We all know college is dear to you and your family, but what if you’re not GI Bill eligible, a genius or an athlete who can get scholarships, or a rich – how are you paying for college?
Well, over 60 percent of students use student loans.
You may be aware that you can get federally guaranteed student loans, you may not be aware that if you do not qualify for federal student loans, there is another option available – private student loans.
Private student loans are made by banks, credit unions, government agencies or schools.
While private student loans are generally not as good as federal student loans, there may be times when they are more beneficial.
What Kind of Student Loan Should You Get?
If you are applying for financial aid, your school will likely include student loans as part of your financial aid package. Importantly, colleges can be more adept than used car salespeople when it comes to quoting you the true price of an education.
The college’s “list price” may be $ 25,000 / year, but schools typically advertise that “75% of our students are eligible for financial aid.” This financial aid can be anything including Pell Grants, GI Bill, scholarships, or student loans. Buy wisely.
Federal student loans
There are three types of federal college loans:
- Subsidized direct loans
- Direct unsubsidized loans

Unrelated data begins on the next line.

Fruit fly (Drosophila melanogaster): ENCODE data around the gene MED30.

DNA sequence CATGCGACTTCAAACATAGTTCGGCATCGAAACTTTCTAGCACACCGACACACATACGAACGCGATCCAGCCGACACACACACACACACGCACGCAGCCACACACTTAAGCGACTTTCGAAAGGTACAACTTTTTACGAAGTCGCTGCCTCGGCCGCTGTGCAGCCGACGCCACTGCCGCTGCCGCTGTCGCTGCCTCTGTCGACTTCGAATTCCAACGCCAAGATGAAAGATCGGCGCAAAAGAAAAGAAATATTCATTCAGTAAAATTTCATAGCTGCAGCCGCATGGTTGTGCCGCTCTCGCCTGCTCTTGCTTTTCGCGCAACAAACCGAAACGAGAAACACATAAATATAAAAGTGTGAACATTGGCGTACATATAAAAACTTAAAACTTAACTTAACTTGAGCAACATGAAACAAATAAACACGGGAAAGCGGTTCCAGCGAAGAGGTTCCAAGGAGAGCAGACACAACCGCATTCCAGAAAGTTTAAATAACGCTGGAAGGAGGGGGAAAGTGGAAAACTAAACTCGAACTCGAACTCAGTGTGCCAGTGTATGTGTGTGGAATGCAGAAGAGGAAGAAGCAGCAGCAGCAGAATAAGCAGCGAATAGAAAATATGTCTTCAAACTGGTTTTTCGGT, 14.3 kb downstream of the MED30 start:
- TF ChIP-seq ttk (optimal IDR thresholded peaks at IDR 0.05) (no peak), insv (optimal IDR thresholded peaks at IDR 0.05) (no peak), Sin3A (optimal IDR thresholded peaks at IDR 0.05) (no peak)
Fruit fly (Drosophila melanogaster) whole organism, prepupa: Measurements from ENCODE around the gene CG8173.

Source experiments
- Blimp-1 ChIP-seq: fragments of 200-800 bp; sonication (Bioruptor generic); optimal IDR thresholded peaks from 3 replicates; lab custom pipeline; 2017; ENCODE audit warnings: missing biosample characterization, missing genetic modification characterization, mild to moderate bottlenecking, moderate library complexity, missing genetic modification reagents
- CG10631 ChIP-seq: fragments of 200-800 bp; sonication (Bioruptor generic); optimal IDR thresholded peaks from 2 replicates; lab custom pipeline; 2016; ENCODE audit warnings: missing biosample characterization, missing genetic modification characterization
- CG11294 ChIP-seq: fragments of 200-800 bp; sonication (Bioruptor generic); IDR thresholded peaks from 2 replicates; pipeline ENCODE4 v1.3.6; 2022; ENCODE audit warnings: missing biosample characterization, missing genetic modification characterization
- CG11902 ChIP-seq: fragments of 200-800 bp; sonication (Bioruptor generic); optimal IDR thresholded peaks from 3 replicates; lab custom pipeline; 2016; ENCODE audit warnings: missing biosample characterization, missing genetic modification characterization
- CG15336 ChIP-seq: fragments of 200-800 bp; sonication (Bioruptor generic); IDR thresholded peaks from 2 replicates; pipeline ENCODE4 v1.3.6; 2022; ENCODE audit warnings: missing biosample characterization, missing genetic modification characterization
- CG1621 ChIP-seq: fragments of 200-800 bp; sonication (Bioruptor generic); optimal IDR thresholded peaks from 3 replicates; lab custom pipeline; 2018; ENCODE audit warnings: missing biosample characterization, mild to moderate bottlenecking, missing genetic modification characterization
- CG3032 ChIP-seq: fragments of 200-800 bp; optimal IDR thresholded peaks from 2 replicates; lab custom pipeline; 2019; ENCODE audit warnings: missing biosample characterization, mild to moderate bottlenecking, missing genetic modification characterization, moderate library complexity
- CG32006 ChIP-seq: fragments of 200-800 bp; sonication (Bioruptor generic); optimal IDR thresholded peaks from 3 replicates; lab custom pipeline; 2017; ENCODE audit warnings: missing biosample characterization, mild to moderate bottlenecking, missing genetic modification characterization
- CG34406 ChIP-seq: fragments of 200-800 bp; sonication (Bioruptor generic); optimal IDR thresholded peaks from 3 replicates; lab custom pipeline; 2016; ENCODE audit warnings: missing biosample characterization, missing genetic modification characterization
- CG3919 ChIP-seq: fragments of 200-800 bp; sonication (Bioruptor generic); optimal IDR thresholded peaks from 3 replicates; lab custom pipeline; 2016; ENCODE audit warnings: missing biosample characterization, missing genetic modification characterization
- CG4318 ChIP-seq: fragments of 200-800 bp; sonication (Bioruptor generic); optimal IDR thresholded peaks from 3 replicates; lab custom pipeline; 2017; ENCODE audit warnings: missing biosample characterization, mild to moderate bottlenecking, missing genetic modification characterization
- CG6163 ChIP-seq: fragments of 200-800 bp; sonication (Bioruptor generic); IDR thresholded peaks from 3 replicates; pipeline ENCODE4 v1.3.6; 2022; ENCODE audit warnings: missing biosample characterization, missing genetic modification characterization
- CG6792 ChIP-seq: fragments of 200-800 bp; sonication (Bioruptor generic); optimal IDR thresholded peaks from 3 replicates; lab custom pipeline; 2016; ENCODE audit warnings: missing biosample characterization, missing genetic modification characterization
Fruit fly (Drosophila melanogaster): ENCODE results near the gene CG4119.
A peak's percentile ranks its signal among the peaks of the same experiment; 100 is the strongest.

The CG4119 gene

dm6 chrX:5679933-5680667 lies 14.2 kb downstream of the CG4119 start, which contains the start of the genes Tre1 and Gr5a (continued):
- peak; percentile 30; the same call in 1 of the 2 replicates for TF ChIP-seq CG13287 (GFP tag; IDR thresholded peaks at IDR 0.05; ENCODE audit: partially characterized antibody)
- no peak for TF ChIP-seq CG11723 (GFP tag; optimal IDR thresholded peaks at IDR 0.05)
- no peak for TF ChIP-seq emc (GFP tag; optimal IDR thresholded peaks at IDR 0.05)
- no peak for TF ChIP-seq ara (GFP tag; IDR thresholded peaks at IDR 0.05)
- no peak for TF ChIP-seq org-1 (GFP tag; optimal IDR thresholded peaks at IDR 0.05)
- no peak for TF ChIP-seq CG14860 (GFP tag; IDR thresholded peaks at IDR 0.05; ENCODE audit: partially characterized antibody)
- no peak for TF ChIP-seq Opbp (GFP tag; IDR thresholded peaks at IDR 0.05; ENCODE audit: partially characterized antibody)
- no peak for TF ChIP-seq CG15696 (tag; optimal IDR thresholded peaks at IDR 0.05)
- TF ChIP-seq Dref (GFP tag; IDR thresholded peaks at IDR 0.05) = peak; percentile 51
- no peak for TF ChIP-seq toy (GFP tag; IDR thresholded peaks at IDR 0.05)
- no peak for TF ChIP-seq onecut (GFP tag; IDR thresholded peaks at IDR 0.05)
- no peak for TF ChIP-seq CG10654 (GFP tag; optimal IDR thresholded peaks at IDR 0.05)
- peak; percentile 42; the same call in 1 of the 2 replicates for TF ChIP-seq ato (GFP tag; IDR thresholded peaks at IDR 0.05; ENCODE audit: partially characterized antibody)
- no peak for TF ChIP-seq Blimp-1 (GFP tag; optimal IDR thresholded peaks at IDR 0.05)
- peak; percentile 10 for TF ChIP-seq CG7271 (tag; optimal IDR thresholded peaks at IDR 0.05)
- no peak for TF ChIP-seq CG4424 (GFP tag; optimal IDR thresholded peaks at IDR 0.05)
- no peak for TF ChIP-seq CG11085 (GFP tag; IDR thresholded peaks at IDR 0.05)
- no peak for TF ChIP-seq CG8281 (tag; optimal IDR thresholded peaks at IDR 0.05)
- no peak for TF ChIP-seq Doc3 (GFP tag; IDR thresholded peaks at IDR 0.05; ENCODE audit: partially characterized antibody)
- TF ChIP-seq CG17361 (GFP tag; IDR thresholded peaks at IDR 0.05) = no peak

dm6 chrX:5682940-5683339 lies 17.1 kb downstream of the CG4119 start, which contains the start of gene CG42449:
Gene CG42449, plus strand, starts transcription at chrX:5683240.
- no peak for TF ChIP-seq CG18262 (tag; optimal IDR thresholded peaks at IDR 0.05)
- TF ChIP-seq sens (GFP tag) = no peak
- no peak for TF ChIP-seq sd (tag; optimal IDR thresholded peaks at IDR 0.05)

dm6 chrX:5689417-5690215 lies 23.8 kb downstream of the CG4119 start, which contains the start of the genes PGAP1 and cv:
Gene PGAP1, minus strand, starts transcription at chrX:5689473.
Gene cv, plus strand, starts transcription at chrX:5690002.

- Direct PLUS loans
Generally, federal loans offer more flexibility than private student loans:
- You don’t need a credit check.
- Some federal student loans offer income-based repayment plans, the repayment amount is based on the borrower’s salary after college.
- Federal student loans generally allow you to change their repayment plan at any time.
For these reasons, most students apply for federal student loans first and then turn to private student loans to get the rest of the money they need for college. Federal loans can be limited by the parent’s income and other factors.
Private student loans
Private loans can help pay for your college education after exploring federal scholarships, grants, and student loans. The differences between federal and private student loans include:
- Private student loans generally offer the choice of a fixed or variable interest rate. A variable interest rate may be lower than a fixed interest rate, which could reduce the total cost of the student loan.
- Private student loans offer a variety of repayment plans, including options that allow you to make interest-only or fixed payments while you study. These school payments could lower the total cost of your student loan.
- Private student loans may have higher limits.
- Private student loans are not limited to those in financial need.
- Private student loans offer flexibility as they can be taken out by a student, parent, parent, or spouse.
Pay off student loans
Whether you choose federal student loans or private student loans, you have to pay back the money you borrow, plus interest, whether or not you graduate. This is, of course, the hardest part of getting a loan. In 2014, the most recent year for which data is available, over 11.5% of people with federal student loans defaulted, only 2.4% of those with private student loans defaulted.
If you are having trouble with federal student loan debt, you should check out our page How to Choose the Best Federal Student Loan Repayment Plan.
Also check out this helpful page explaining your options for paying off private student loan debt.
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